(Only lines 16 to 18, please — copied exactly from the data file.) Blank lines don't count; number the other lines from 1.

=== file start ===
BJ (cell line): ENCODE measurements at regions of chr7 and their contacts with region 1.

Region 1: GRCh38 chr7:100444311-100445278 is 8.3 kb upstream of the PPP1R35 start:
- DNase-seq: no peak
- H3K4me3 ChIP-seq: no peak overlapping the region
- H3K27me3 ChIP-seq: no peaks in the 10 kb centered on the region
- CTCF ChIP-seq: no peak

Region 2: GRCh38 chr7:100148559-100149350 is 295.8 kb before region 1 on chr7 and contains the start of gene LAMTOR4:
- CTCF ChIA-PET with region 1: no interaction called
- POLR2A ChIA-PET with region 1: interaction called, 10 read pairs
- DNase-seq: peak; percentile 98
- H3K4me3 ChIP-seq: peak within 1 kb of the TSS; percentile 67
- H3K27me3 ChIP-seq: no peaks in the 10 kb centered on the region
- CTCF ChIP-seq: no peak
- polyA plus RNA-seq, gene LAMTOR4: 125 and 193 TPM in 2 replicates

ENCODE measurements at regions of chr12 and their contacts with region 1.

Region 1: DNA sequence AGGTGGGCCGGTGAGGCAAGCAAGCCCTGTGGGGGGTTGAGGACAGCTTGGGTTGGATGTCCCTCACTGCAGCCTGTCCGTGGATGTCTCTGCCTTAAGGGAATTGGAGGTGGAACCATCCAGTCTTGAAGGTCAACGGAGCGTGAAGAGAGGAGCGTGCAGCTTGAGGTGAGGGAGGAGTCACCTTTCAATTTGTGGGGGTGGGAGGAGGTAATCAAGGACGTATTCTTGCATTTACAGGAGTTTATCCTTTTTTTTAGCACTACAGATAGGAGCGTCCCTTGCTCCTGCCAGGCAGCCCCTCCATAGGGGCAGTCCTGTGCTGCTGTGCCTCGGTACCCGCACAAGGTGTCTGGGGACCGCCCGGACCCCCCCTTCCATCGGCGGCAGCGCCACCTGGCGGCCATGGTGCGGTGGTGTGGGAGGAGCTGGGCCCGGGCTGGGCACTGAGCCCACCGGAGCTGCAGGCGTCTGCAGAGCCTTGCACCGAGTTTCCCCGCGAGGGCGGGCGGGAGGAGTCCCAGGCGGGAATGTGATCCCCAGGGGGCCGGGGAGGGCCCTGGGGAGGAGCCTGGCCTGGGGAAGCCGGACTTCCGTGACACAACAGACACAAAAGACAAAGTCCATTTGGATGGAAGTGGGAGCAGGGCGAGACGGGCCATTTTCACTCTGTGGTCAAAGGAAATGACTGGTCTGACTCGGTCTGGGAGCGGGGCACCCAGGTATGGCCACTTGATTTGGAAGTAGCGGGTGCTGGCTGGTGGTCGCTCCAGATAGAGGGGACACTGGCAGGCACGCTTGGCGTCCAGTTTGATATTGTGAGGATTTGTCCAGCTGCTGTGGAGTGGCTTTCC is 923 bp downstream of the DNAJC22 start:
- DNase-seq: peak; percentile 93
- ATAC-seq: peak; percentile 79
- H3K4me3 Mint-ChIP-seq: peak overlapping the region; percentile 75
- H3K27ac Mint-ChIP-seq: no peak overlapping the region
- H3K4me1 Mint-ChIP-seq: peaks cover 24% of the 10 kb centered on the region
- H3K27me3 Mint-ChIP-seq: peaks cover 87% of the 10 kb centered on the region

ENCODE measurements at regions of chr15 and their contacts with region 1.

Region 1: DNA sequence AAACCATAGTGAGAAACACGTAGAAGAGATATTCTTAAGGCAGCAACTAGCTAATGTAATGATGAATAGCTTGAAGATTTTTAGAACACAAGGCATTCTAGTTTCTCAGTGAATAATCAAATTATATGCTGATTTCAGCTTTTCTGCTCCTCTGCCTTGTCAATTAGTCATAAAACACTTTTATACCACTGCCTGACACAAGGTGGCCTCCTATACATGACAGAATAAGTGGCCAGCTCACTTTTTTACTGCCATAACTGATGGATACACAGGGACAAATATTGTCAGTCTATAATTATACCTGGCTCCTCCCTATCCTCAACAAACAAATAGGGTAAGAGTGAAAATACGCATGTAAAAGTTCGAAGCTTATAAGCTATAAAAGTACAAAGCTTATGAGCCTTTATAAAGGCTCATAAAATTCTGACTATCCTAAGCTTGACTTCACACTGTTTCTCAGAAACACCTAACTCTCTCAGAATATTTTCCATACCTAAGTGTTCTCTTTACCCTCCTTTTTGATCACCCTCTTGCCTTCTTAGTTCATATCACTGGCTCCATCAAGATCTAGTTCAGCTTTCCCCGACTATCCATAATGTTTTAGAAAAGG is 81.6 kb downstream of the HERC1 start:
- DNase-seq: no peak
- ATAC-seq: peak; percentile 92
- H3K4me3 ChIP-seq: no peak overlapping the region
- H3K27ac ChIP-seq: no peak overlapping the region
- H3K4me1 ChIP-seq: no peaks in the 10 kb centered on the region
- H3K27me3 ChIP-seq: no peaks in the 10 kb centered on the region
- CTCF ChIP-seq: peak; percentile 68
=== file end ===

Region 1: DNA sequence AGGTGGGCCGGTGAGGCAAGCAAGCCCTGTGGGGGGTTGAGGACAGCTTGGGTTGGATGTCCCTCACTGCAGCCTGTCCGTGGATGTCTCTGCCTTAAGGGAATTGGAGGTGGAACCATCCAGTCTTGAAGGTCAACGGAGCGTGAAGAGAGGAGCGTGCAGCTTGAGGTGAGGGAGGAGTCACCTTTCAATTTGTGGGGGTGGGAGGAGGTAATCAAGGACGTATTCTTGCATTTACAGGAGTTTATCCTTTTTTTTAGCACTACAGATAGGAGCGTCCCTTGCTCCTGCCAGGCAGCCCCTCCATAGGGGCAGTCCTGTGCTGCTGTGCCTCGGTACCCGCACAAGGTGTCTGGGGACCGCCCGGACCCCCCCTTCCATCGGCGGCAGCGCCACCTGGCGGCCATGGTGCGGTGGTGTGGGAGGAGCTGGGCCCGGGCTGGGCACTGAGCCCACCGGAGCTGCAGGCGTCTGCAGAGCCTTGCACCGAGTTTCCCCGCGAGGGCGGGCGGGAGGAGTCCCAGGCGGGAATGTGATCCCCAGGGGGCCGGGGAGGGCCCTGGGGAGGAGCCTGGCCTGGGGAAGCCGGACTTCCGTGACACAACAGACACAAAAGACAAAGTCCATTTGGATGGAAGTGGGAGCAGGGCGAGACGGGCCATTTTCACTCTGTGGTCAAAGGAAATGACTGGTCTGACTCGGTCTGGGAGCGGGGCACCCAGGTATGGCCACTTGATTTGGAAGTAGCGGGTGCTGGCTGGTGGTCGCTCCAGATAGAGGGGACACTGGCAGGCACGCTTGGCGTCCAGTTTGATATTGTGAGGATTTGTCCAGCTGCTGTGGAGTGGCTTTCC is 923 bp downstream of the DNAJC22 start:
- DNase-seq: peak; percentile 93
- ATAC-seq: peak; percentile 79